Team:Austin UTexas/Improve

The Improved Blue Chromoprotein

Chromoproteins are known to be evolutionarily unstable, due to the fact that they create a high metabolic burden on the cell that they are in. This has been supported by studies conducted through various research. One experiment, done within this lab, shows the original blue chromoprotein, (BBa_K592009), streaked onto a plate where varying ranges of colored colonies grew, shown in Figure 1. Some of them appeared blue, while other did not, indicating the difference in the rate at which the blue chromoprotein breaks. This further supports the hypothesis that the original blue chromoprotein is unstable. Due to this instability, cells expressing the blue chromoprotein have a hard time retaining the blue phenotype. In order to combat this metabolic burden, a technique called codon optimization was used to improve the function of this part. Codon optimization involves exchanging certain codons for ones that have known to be more translationally efficient in a certain species while retaining the same sequence of amino acids. Making translation more efficient, in turn, lowers the metabolic burden in the cells that the blue chromoprotein gene is present in.

The codon optimized blue chromoprotein basic part can be found on the iGEM registry as: (BBa_K2253002).

Figure 1. The image above shows various streaked out colonies from the original blue chromoprotein, BBa_K592009. Both phenotypically blue and clear colonies grew, supporting the hypothesis that the blue chromoprotein is unstable and breaks or changes color at different rates. Plate streaked by Microbe Hackers 2016 Chromoprotein Team.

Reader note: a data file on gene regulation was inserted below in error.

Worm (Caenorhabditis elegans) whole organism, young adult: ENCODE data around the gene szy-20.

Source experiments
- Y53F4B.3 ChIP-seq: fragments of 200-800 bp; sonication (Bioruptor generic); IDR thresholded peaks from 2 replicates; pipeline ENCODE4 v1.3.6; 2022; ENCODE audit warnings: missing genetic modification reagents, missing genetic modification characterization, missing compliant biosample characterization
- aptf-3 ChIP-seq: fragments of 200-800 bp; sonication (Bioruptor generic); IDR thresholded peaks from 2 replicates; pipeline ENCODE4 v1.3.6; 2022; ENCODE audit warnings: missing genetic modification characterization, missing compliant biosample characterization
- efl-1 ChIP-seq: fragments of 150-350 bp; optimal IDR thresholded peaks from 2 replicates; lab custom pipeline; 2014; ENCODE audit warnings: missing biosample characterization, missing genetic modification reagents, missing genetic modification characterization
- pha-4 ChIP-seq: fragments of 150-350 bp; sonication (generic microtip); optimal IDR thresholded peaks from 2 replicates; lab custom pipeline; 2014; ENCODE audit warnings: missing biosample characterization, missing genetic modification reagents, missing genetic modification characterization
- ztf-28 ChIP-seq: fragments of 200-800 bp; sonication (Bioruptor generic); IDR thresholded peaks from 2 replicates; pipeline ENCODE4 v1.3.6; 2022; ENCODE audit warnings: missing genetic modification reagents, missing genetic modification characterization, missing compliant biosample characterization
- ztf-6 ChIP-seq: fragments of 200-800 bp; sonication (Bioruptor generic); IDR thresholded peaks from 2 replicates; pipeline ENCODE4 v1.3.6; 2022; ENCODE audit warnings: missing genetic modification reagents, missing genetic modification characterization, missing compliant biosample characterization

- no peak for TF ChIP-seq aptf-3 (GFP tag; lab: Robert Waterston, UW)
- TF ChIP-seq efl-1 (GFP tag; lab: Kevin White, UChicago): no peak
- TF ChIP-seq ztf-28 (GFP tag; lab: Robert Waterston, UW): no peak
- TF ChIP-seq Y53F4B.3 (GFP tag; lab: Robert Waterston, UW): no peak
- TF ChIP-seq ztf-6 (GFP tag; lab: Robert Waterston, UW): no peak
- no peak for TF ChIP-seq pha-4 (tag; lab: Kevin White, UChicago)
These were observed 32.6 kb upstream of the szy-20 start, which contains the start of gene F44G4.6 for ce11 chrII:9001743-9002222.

Experimental Methods

The codon optimized sequence has been transformed into a plasmid with the pSB1C3 backbone (with the BBa_K608002 promoter and RBS sequence) via electroporation. This transformation resulted in one phenotypically blue colony, shown in Figure 2. This colony was inoculated into liquid media to create an overnight culture, shown in Figure 3. The codon optimized sequence has been sequence verified and shows minimal point mutations in comparison to the original codon optimized blue chromoprotein sequence, derived from BBa_K592009. The sequence and amino acid sequence it codes for are shown in Figure 4.

Figure 2. The image above shows the transformation plate of the electroporation of the codon-optimized blue chromoprotein. The blue colony shown was used to make overnight cultures to miniprep and sequence.

Figure 3.On the left is the overnight culture of the phenotypically blue colony from the codon-optimized blue chromoprotein transformation. On the right is normal E. coli

Figure 4.Benchling results show the point of the silent mutation, from 5’ TTT 3’ to 5’ TTC 3’ within the codon optimized sequence.


Codon optimization greatly improves the function of the original blue chromoprotein (BBa_K592009) by making it more translationally efficient, and as stated earlier, lowers the metabolic burden on the E. coli. The lower metabolic burden, makes the E.coli less prone to mutations when the codon optimized sequence is inserted into the plasmid. The codon optimized sequence has been transformed into a plasmid with the pSB1C3 backbone with the K608002 promoter and RBS sequence and also has been sequence verified to be the correct amino acid sequence. There is one silent point mutation from 5’ TTT 3’ to 5’ TTC 3’ in the nucleotide sequence but it retains the amino acid phenylalanine and overall sequence as compared to the expected sequence of the codon optimized blue chromoprotein. Another improvement of this part is that the miniprepped sequence now has the promoter and RBS sequence attached to it, which can be taken and transformed immediately instead of having to go through the process of digestion and ligation all over again to add different parts to it. Prior to this, there was not an available blue chromoprotein sequence already ligated to the promoter and RBS sequence so this also improves the function of the blue chromoprotein part in it is ready to use without much additional work.